The kitten makes way for the cat

Smooth Transition

Scarlett Johansson doesn’t like making pat statements about herself. She tends to pepper her insights with swear words, self-deprecation or a short, raspy laugh. But, during a recent interview, there was one truth that she acknowledged simply:

She did a lot of growing up in the three years between her Broadway debut, at the age of 25 in A View From the Bridge, and her return this month as Maggie in another American classic, Tennessee Williams’ Cat on a Hot Tin Roof.

She went through a divorce from the actor Ryan Reynolds, the man she had lovingly called “my Canadian” only months earlier while accepting the 2010 Tony Award for featured actress in View From the Bridge. She also ended professional ties with her mother, Melanie Sloan, who had been her manager since Johansson’s early days.

Working with a new team in Hollywood, Johansson cut back on the sexy ingenue roles that had made her a star in Lost in Translation and Woody Allen films like Match Point. Instead, she opted for frank, flintier characters, women more like herself: the steely Natasha Romanoff in the recent movie The Avengers, and a no-nonsense zookeeper in the 2011 family film, We Bought a Zoo.

As the pleasures of her 20s gave way to more considered choices, so too has her fierce hunger for movie stardom mellowed, a little, in favour of pursuing deeper challenges as an actress. And with Cat on a Hot Tin Roof, she has chosen a beauty: the stubbornly pragmatic Maggie, a role played by the likes of Elizabeth Taylor, Jessica Lange, Kathleen Turner, Ashley Judd and Anika Noni Rose.

“I felt extreme vulnerability over the last few years, and no longer wanted to keep rushing into movie jobs or a play just to escape how I was feeling,” Johansson said in one of the production’s rehearsal rooms, as she gently caressed a blue-ink tattoo of a charm bracelet on her right wrist. “Once I wanted to work again, I wanted to start playing adults — tough women who knew what it took to survive.”

Maggie, of course, can still be seen as another Johansson sexpot. The character spends much of the first act clothed only in a slip, striving to win back the love of her husband, Brick, and secure their inheritance from Big Daddy, who is dying. But Johansson said she saw far more. The character has so many emotional notes to land in Act I alone that Johansson recalled “experiencing heart palpitations” when she read the play last year.
“After my first time on Broadway I decided I wanted to keep doing projects that I didn’t know how to do,” she said. “I’m finally at a place in my life where I feel comfortable not anticipating the result. I’m comfortable with being uncomfortable.”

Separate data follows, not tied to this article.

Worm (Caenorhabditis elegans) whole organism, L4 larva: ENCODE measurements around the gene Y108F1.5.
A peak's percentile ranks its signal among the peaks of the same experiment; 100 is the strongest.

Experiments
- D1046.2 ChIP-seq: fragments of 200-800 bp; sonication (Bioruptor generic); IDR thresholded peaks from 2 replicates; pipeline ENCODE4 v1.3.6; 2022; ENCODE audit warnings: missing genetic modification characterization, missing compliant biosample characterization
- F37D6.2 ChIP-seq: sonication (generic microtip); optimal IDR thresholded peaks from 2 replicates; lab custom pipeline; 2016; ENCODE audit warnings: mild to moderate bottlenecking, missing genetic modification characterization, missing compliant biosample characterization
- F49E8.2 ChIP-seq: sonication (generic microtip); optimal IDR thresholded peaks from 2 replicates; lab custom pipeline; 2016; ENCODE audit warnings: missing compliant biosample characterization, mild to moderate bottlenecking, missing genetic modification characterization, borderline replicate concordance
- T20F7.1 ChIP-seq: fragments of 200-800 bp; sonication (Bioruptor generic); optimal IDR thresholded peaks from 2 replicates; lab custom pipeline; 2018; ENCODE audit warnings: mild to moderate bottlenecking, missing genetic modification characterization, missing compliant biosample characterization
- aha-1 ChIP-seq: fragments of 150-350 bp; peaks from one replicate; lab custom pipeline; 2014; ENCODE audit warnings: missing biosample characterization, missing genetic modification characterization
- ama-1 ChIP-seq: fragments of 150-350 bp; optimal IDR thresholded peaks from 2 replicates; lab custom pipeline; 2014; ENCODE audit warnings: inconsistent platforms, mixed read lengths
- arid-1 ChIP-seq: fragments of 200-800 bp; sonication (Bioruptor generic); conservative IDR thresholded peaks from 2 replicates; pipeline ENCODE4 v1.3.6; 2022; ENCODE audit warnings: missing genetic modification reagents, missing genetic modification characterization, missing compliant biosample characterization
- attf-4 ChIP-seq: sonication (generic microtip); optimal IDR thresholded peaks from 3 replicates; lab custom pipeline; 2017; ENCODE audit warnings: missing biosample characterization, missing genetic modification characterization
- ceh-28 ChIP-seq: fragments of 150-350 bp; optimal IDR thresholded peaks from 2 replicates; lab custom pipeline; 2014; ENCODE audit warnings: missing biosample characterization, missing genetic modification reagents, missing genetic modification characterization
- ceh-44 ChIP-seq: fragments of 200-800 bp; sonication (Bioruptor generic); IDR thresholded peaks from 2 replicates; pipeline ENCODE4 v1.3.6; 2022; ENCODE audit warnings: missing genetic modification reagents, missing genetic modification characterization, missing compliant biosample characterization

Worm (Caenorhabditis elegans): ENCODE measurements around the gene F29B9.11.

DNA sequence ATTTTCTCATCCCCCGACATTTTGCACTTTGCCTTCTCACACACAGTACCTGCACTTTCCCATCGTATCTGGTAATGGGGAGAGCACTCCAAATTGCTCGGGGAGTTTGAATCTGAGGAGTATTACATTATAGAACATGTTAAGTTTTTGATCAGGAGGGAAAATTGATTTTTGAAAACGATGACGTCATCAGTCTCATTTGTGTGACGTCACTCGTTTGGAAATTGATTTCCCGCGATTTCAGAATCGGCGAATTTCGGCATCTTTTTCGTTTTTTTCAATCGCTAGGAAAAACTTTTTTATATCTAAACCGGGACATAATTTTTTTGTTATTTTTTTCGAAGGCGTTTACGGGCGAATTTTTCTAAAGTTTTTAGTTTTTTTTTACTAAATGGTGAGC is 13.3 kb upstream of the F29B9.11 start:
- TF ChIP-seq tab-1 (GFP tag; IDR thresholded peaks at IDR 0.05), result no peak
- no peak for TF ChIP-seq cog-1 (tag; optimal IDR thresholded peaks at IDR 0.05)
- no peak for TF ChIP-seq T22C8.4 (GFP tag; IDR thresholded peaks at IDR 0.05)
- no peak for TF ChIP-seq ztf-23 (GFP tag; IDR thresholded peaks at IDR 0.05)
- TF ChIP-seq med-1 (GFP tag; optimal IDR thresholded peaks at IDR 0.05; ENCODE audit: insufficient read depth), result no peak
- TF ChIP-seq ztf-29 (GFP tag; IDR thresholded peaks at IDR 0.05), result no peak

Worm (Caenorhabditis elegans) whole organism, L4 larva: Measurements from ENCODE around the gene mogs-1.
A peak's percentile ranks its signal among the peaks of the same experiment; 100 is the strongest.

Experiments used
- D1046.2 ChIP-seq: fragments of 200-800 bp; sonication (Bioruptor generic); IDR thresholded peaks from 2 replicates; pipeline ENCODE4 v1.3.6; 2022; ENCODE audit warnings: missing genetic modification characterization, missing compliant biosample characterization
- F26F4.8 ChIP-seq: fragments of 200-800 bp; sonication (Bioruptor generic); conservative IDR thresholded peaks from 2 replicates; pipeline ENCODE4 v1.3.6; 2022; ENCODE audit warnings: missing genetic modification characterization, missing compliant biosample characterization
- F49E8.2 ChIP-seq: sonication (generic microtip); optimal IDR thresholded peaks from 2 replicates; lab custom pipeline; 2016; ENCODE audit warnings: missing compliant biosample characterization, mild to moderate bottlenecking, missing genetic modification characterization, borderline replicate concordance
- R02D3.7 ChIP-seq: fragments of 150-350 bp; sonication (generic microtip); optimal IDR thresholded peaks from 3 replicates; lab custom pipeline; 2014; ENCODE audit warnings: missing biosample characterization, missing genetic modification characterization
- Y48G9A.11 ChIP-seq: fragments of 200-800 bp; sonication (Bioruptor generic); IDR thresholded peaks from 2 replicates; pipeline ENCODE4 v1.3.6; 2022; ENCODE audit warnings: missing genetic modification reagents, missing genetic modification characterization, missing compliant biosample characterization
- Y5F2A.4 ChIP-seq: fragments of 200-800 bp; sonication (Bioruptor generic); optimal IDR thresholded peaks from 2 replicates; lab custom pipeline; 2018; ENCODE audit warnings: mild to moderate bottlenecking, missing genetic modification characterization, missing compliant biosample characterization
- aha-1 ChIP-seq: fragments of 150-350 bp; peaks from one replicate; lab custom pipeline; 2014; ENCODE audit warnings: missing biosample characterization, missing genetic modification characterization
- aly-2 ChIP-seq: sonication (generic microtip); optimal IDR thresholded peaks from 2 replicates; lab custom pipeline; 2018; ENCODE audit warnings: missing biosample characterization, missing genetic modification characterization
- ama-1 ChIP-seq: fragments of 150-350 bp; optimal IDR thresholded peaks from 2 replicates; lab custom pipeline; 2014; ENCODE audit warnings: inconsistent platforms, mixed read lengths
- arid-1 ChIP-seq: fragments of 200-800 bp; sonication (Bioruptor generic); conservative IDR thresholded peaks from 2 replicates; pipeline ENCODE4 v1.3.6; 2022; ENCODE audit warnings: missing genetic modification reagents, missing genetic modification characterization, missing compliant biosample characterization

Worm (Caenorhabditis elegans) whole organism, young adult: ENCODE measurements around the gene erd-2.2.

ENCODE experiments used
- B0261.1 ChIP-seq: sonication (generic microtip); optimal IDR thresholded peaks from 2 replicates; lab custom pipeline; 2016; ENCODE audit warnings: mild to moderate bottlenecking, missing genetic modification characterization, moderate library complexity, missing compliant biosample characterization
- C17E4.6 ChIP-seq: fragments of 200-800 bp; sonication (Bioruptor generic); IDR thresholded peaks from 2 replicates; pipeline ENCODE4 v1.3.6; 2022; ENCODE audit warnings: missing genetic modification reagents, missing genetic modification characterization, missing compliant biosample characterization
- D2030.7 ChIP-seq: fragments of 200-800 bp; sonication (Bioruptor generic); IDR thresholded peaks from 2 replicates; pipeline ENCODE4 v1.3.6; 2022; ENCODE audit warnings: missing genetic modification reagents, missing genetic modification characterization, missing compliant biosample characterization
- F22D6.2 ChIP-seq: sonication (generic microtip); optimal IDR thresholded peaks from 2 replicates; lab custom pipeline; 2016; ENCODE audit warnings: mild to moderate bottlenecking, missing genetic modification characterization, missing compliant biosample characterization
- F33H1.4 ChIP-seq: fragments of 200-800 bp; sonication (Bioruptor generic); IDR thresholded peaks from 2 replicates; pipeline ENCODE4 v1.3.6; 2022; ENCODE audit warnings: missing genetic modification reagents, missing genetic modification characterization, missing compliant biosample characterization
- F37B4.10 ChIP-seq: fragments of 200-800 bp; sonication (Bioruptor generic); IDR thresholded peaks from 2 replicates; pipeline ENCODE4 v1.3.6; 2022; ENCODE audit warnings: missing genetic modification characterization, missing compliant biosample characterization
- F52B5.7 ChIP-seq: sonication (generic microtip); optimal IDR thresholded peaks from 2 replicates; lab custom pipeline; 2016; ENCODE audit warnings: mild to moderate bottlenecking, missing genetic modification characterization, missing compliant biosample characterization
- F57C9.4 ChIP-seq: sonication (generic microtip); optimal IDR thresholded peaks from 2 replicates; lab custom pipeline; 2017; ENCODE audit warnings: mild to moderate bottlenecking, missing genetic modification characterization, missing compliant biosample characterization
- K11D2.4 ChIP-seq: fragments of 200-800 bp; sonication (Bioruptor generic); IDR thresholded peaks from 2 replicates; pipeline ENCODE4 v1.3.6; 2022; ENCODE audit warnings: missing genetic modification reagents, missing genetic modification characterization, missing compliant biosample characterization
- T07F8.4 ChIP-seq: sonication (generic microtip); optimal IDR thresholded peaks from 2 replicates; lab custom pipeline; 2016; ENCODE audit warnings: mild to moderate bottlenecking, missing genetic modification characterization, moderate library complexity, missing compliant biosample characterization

Not a hint of celebrity or arrogance attends Johansson, according to director Rob Ashford and her cast mates. If anything, they say, she is the most plain-spoken and openly self-critical of the bunch.

Johansson’s earlier character on Broadway was far more buttoned-up — the virginal teenager, Catherine, in Arthur Miller’s View From the Bridge, who was unaware of her sexuality and its effect on men. Gregory Mosher, the director of that play, particularly recalled Johansson’s work ethic — “come early, stay late, trust your colleagues, never give up on trying to find a way to do a moment more simply or truthfully” — while Johansson mostly remembers being hard on her own performance and constantly exhausted.

“I never thought I would do another play after View,” she said. “I was just so tired. I thought I was just going to become an organic farmer.”

It wasn’t Cat but another Williams masterwork that piqued her interest in returning to the theatre — The Glass Menagerie, and the character of the withdrawn, crippled Laura Wingfield. As stars are wont to do, Johansson organised a private reading to see if she was a good fit for Laura, a role she had pursued earlier — but did not get — for a 2007 production in London.

“I’ve spent most of my life being rejected, but that has only made me more ambitious and competitive,” Johansson said, nodding her head toward the table of school supplies and books used by the youngsters in the cast. “But with some roles I have to learn for myself that it’s not right.”

So it was with Laura in Menagerie. After the reading, Johansson said, she felt that the character “didn’t resonate with me,” though she wasn’t exactly sure why.

When Johansson read Cat, however, Maggie’s mix of resourcefulness and insecurity struck personal chords immediately. “To bare yourself — to be naked in front of someone and show your belly, and be willing to face the hard truth of pain and rejection — is who I am and is who Maggie is,” said Johansson, who saw Judd in the role on Broadway but has never seen the 1958 Taylor film.

Exploring every layer of Maggie is not only about doing justice to the character, Johansson said, but also a way of expressing gratitude for having a great adult role at this point in her career.

“I feel like I’ve been transitioning from young woman into womanhood for a very long time,” she said. “Now, as I approach 30, with the last few years behind me, I feel like growing pains are behind me.” Then she laughed and muttered a profanity. “It’s just nice to feel happy.”

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